The Java Persistence Series

Java persistence with JPA and Hibernate, Part 1: Entities and relationships

Modeling entities and relationships for Java data persistence

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The Java Persistence Series

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The Java Persistence API (JPA) is a Java specification that bridges the gap between relational databases and object-oriented programming. This two-part tutorial introduces JPA and explains how Java objects are modeled as JPA entities, how entity relationships are defined, and how to use JPA's EntityManager with the Repository pattern in your Java applications.

Note that this tutorial uses Hibernate as the JPA provider. Most concepts can be extended to other Java persistence frameworks.

Object relations in JPA

Relational databases have existed as a means for storing program data since the 1970s. While developers today have many alternatives to the relational database, this type of database is scalable and well understood, and is still widely used in small- and large-scale software development.

Java objects in a relational database context are defined as entities. Entities are placed in tables where they occupy columns and rows. Programmers use foreign keys and join tables to define the relationships between entities--namely one-to-one, one-to-many, and many-to-many relationships. We can also use SQL (Structured Query Language) to retrieve and interact with data in individual tables and across multiple tables, using foreign key constraints. The relational model is flat, but developers can write queries to retrieve data and construct objects from that data.

Object-relations impedance mismatch

You may be familiar with the term object-relations impedance mismatch, which refers to the challenge of mapping data objects to a relational database. This mismatch occurs because object-oriented design is not limited to one-to-one, one-to-many, and many-to-many relationships. Instead, in object-oriented design, we think of objects, their attributes and behavior, and how objects relate. Two examples are encapsulation and inheritance:

  • If an object contains another object, we define this through encapsulation--a has-a relationship.
  • If an object is a specialization of another object, we define this through inheritance--an is-a relationship.

Association, aggregation, composition, abstraction, generalization, realization, and dependencies are all object-oriented programming concepts that can be challenging to map to a relational model.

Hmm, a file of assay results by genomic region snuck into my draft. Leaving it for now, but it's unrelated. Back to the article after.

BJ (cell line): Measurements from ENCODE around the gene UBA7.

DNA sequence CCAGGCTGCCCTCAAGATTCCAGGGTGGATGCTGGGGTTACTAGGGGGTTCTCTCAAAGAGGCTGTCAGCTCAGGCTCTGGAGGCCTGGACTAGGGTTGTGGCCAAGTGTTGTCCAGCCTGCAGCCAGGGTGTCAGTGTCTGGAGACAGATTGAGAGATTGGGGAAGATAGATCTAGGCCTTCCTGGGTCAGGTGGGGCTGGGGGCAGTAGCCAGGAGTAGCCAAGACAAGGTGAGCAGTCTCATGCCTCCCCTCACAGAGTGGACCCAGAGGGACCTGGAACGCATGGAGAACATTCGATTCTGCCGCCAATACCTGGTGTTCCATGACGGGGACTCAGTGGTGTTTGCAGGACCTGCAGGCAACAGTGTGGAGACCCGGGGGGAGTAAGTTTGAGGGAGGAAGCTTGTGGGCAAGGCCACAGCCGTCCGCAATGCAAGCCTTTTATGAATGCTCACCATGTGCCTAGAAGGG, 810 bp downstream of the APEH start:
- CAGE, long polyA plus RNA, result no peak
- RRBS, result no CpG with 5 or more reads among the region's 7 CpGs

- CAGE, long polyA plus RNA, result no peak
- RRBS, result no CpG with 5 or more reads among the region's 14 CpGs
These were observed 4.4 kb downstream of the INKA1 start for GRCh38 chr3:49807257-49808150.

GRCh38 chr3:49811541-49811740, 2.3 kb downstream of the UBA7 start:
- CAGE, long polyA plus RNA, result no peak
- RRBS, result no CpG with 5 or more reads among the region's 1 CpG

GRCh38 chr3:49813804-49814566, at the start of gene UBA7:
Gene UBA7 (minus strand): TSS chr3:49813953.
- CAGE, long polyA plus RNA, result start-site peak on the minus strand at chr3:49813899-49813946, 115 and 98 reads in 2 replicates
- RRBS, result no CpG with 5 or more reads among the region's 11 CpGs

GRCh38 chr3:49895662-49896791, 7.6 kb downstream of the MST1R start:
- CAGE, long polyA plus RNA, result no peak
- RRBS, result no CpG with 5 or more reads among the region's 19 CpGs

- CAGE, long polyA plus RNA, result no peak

ORM: Object-relational mapping

The mismatch between object-oriented design and relational database modeling has led to a class of tools developed specifically for object-relational mapping (ORM). ORM tools like Hibernate, EclipseLink, and iBatis translate relational database models, including entities and their relationships, into object-oriented models. Many of these tools existed before the JPA specification, but without a standard their features were vendor dependent.

First released as part of EJB 3.0 in 2006, the Java Persistence API (JPA) offers a standard way to annotate objects so that they can be mapped and stored in a relational database. The specification also defines a common construct for interacting with databases. Having an ORM standard for Java brings consistency to vendor implementations, while also allowing for flexibility and add-ons. As an example, while the original JPA specification is applicable to relational databases, some vendor implementations have extended JPA for use with NoSQL databases.

Getting started with JPA

The Java Persistence API is a specification, not an implementation: it defines a common abstraction that you can use in your code to interact with ORM products. This section reviews some of the important parts of the JPA specification.

You'll learn how to:

  • Define entities, fields, and primary keys in the database.
  • Create relationships between entities in the database.
  • Work with the EntityManager and its methods.

Defining entities

In order to define an entity, you must create a class that is annotated with the @Entity annotation. The @Entity annotation is a marker annotation, which is used to discover persistent entities. For example, if you wanted to create a book entity, you would annotate it as follows: